If what they say is bamboozling, how they say it will make things abundantly clear. If he messages without planning to see you, he either wants an ego boost and a flirt or he isn’t interested but is too immature to be honest, leading you on further. If he takes days to reply – not hours but literal days – this can only be a bad sign. We are all busy and have lives away from our screens, yet on average we are attached to them for at least 6.4 hours a day and if he can’t take a minute to send a response he’s not the one.

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Good communication does not mean he has to respond immediately or text you constantly, but you shouldn’t be waiting around for him to do something so simple. If he never texts you unless it’s for sex, congratulations you’ve won a f***boy. Looking back at a guy I dated, I realised he never made the first move, our texting always resulted in a booty call, and almost our entire messaging history was nocturnal. Yikes.

Lastly: ghosting, dumping, and trying to get you back when it’s too late. If this isn’t a sign that he isn’t the one, then I don’t know what is. Even in the rare scenarios when a guy ghosts and then apologises weeks or months later, the damage is done and there’s no going back.

Months after my ex dumped me, he tried to get me back with lines like “I miss you” and “we were best mates” and “why does everything have to be so black and white”. He wanted me back in his life without having to make me his girlfriend again. I suspect he was hoping we would spend enough time in this grey area of former-lovers-now-friends that we would have some “accidental” sex. I told him I didn’t want to be friends and asked him to stop messaging me. The pure elation I felt after that I can only compare to Andy throwing her bleeper in the fountain at the end of The Devil Wear Prada.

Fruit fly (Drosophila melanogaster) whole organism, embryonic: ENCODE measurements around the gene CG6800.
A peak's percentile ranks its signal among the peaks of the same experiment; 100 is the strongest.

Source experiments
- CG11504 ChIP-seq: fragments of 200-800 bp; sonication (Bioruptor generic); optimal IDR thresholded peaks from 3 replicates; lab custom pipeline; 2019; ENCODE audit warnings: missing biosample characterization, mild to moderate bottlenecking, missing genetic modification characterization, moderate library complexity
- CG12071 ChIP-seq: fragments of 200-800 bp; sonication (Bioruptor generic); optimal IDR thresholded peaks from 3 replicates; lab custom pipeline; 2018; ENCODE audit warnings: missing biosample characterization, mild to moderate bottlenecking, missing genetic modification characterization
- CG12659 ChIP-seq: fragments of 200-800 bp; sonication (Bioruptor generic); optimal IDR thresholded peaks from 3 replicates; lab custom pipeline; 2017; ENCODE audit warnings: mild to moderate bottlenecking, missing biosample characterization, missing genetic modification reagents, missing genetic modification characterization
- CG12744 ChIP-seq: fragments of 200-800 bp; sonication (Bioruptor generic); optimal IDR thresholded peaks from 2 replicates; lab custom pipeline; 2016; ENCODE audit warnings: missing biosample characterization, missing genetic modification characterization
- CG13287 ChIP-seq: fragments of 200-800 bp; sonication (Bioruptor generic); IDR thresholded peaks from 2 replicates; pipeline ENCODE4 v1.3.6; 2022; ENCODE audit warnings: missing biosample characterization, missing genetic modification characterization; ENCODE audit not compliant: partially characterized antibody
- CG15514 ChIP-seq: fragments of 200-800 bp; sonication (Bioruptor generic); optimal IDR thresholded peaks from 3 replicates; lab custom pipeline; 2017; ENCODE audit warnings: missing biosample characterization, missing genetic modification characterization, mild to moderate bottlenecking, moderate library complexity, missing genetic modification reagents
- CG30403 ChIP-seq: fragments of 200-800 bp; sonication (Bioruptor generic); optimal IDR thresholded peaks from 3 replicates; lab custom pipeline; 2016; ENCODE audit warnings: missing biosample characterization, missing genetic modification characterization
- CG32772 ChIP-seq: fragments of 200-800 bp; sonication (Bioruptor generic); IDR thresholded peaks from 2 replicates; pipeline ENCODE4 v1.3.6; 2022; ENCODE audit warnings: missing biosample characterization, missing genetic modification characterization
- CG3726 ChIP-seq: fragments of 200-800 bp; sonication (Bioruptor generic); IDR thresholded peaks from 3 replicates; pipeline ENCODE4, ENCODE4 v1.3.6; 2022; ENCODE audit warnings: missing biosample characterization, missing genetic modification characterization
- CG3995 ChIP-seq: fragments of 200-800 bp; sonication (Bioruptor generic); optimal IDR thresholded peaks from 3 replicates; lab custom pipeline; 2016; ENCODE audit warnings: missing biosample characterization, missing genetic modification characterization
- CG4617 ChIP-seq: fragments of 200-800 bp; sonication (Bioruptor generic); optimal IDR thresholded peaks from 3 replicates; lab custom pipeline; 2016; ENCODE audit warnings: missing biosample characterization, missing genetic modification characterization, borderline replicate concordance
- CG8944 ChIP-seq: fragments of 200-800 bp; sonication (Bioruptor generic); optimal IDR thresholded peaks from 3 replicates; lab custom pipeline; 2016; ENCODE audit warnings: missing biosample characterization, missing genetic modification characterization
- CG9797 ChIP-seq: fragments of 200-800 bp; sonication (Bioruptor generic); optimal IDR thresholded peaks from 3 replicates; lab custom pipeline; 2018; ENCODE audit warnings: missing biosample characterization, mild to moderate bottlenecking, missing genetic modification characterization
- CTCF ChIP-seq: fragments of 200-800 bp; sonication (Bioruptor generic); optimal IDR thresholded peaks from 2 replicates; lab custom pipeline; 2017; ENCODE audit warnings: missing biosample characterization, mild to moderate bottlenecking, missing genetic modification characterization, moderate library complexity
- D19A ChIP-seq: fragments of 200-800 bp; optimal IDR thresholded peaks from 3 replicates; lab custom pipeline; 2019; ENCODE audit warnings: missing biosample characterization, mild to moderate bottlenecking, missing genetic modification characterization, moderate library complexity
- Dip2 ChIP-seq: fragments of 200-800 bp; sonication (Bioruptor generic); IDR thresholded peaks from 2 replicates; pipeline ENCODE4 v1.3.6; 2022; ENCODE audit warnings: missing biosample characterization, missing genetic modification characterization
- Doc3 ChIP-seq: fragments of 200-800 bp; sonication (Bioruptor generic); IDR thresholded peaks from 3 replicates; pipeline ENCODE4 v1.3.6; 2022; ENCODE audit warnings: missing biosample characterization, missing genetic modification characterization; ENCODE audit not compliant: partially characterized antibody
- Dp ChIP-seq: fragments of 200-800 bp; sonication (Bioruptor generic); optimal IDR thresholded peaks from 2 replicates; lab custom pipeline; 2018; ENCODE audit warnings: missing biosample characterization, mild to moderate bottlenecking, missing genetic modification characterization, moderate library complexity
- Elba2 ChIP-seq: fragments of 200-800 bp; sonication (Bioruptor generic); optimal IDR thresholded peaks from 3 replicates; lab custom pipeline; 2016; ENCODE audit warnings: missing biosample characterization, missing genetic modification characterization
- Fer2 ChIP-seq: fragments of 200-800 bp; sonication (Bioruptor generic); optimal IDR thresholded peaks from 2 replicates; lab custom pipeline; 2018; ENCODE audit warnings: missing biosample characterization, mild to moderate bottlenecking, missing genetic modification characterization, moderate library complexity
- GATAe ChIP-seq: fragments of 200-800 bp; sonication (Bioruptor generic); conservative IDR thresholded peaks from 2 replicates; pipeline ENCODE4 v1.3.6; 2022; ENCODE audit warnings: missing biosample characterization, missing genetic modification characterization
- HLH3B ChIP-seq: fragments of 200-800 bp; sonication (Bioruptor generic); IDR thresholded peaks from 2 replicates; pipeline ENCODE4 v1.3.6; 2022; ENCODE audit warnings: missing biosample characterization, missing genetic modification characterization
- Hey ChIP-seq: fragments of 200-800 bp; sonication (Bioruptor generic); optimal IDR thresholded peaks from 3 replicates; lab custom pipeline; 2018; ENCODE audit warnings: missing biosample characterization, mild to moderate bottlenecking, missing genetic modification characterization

No matter how much we analyse the actions of the opposite sex or try to solve their texts like riddles, sometimes you’re the only sign you need. Ask yourself how you’re feeling. If you’re feeling insecure or uncomfortable in the relationship and are questioning everything or making excuses for him, that would be your gut screaming at you to break free and find someone who deserves you.

If it’s this difficult this early, then it’s simply not worth it and really, he’s just not right for you.